Showing Publication Results for :

PDBSite
Full Name of the Resource : Phosphorylation sites identified by mass spectrometry
Resource Category : Databases -> Protein Sequence Databases -> Protein sequence motifs and active sites

  1. Title of the Paper : PHOSIDA (phosphorylation site database): management, structural and evolutionary investigation, and prediction of phosphosites (View at PubMed)
    Contributors : Gnad, F.; Ren, S.; Cox, J.; Olsen, J. V.; Macek, B.; Oroshi, M.; Mann, M.
    Address : Department for Proteomics and Signal Transduction, Max-Planck Institute for Biochemistry, Am Klopferspitz, D-82152 Martinsried, Germany. gnad@biochem.mpg.de
    Publication Name : Genome Biol
    Volume : 8
    Issue : 11
    Pages : R250
    Publication Year : 2007
    ISSN : 1465-6914 (Electronic) 1465-6906 (Linking)
    Language : English
    Abstract : PHOSIDA http://www.phosida.com, a phosphorylation site database, integrates thousands of high-confidence in vivo phosphosites identified by mass spectrometry-based proteomics in various species. For each phosphosite, PHOSIDA lists matching kinase motifs, predicted secondary structures, conservation patterns, and its dynamic regulation upon stimulus. Using support vector machines, PHOSIDA also predicts phosphosites.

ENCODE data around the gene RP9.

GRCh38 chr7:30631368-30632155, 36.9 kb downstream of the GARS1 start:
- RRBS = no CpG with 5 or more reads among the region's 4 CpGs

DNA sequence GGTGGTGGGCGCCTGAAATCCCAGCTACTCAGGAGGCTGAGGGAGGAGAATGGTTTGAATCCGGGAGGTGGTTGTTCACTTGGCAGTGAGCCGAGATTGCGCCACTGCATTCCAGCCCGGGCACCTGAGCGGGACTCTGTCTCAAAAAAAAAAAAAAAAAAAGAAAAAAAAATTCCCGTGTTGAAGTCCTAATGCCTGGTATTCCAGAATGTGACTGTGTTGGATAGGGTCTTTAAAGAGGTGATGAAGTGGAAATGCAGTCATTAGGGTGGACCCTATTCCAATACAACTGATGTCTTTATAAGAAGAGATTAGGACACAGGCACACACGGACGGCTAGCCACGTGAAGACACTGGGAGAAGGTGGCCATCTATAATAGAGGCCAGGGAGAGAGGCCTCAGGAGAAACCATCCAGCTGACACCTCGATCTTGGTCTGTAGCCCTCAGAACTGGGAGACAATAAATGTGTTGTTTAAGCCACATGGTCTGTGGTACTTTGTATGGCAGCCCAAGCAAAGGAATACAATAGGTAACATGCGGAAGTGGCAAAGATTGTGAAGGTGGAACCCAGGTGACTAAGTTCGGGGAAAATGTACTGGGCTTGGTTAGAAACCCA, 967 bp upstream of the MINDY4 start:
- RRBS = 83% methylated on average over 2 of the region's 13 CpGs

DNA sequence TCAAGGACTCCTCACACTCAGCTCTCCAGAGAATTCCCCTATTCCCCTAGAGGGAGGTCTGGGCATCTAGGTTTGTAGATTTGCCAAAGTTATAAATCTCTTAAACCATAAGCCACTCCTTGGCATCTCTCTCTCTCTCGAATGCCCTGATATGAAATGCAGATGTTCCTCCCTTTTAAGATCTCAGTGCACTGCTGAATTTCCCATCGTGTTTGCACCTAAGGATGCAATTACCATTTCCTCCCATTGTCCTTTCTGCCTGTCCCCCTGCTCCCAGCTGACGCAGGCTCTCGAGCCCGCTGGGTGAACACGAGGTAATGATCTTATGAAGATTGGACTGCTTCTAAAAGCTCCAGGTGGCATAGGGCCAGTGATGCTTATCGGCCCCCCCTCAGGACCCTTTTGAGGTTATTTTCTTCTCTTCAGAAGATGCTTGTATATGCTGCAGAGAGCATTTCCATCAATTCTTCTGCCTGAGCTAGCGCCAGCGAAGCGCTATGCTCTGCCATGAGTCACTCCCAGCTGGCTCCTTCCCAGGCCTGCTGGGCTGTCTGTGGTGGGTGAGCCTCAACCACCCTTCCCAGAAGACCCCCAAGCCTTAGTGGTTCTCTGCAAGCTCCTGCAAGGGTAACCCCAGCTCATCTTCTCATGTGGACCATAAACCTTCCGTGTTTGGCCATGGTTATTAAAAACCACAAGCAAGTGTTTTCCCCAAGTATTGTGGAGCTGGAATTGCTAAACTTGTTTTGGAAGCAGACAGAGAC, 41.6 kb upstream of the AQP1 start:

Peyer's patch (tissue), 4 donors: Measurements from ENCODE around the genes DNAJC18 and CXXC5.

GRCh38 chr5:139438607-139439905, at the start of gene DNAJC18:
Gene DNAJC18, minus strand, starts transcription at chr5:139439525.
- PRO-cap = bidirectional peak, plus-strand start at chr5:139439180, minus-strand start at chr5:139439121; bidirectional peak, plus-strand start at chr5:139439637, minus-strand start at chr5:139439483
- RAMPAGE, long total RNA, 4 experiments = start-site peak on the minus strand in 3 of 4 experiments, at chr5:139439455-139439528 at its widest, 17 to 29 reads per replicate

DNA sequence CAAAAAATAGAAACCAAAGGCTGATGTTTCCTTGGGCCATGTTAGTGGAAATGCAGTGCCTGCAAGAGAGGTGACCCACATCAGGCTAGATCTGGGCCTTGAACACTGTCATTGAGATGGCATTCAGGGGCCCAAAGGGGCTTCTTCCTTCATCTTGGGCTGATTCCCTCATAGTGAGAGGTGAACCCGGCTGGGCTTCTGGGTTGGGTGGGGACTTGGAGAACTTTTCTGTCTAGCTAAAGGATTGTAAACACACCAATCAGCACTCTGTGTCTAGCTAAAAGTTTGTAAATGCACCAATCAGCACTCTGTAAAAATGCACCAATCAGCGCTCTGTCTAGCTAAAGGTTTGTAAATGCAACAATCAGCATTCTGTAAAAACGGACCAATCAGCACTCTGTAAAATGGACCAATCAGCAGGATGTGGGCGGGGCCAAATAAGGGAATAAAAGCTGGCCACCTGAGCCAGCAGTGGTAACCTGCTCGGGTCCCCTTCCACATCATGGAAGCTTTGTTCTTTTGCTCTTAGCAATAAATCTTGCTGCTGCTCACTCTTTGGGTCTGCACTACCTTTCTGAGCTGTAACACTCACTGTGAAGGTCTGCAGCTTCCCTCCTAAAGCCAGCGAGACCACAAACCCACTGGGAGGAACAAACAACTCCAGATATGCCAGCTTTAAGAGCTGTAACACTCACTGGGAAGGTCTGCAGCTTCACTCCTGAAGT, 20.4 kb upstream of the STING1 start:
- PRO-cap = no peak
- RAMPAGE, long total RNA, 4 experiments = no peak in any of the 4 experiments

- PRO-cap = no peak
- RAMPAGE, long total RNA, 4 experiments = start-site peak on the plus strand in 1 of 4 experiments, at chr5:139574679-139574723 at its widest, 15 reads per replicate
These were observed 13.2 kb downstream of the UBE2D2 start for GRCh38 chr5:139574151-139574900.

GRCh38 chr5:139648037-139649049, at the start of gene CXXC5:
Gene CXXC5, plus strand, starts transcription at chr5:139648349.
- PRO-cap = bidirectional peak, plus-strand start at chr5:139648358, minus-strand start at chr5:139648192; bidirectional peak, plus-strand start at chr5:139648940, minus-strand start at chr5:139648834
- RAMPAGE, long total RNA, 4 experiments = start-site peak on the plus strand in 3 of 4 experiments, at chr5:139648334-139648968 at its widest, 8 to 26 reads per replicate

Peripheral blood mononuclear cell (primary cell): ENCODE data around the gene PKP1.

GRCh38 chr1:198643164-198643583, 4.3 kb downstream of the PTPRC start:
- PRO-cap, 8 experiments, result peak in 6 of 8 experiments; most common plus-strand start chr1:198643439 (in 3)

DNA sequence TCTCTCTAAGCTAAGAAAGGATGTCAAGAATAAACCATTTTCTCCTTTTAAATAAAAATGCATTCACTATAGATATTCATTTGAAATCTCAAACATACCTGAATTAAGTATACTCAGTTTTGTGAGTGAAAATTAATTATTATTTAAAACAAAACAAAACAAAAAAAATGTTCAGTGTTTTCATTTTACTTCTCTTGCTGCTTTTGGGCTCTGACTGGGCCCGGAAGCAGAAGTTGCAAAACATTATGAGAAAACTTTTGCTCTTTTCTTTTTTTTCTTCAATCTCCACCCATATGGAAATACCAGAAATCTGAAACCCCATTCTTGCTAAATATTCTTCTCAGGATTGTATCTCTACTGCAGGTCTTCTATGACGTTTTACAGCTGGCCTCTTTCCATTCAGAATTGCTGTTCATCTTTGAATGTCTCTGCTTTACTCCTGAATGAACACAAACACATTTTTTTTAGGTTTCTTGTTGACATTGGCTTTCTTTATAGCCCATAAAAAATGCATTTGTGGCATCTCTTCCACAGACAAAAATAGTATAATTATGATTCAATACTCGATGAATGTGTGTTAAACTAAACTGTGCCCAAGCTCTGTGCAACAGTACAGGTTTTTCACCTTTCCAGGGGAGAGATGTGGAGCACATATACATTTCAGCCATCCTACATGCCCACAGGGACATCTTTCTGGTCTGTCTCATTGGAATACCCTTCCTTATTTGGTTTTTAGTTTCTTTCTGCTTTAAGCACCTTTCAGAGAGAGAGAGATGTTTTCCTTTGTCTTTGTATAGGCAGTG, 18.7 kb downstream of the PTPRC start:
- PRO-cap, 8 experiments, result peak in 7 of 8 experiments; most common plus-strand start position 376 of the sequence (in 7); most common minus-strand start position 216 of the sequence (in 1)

2. Title of the Paper : Phospho.ELM: a database of phosphorylation sites--update 2011 (View at PubMed)
    Contributors : Dinkel, H.; Chica, C.; Via, A.; Gould, C. M.; Jensen, L. J.; Gibson, T. J.; Diella, F.
    Address : SCB Unit, EMBL Heidelberg, Meyerhofstrasse 1, 69117 Heidelberg, Germany.
    Publication Name : Nucleic Acids Res
    Volume : 39
    Issue : Database issue
    Pages : D261-7
    Publication Year : 2011
    ISSN : 1362-4962 (Electronic) 0305-1048 (Linking)
    Language : English
    Abstract : The Phospho.ELM resource (http://phospho.elm.eu.org) is a relational database designed to store in vivo and in vitro phosphorylation data extracted from the scientific literature and phosphoproteomic analyses. The resource has been actively developed for more than 7 years and currently comprises 42,574 serine, threonine and tyrosine non-redundant phosphorylation sites. Several new features have been implemented, such as structural disorder/order and accessibility information and a conservation score. Additionally, the conservation of the phosphosites can now be visualized directly on the multiple sequence alignment used for the score calculation. Finally, special emphasis has been put on linking to external resources such as interaction networks and other databases.